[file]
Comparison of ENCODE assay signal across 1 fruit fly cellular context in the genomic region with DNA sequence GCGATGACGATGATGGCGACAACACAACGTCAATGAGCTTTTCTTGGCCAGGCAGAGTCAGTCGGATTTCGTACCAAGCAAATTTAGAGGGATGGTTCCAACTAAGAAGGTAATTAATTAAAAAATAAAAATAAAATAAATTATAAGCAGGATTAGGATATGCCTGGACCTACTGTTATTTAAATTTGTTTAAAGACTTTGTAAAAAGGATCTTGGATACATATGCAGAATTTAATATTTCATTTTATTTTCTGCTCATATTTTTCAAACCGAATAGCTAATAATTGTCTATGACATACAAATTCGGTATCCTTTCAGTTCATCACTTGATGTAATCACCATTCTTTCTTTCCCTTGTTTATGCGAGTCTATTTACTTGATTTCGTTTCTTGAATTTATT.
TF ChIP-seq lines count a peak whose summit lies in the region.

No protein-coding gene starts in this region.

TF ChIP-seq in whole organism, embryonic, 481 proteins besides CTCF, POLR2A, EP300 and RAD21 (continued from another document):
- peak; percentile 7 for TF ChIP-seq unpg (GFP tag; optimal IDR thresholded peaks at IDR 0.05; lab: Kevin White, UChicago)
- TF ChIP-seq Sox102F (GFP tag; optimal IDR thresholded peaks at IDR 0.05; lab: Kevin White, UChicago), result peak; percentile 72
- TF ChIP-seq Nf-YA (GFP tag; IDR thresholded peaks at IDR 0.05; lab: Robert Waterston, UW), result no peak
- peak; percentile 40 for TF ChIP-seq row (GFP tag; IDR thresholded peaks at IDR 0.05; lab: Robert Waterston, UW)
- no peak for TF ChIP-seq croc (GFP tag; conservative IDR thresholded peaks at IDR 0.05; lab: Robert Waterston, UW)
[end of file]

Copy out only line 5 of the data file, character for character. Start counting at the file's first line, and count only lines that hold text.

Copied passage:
- peak; percentile 7 for TF ChIP-seq unpg (GFP tag; optimal IDR thresholded peaks at IDR 0.05; lab: Kevin White, UChicago)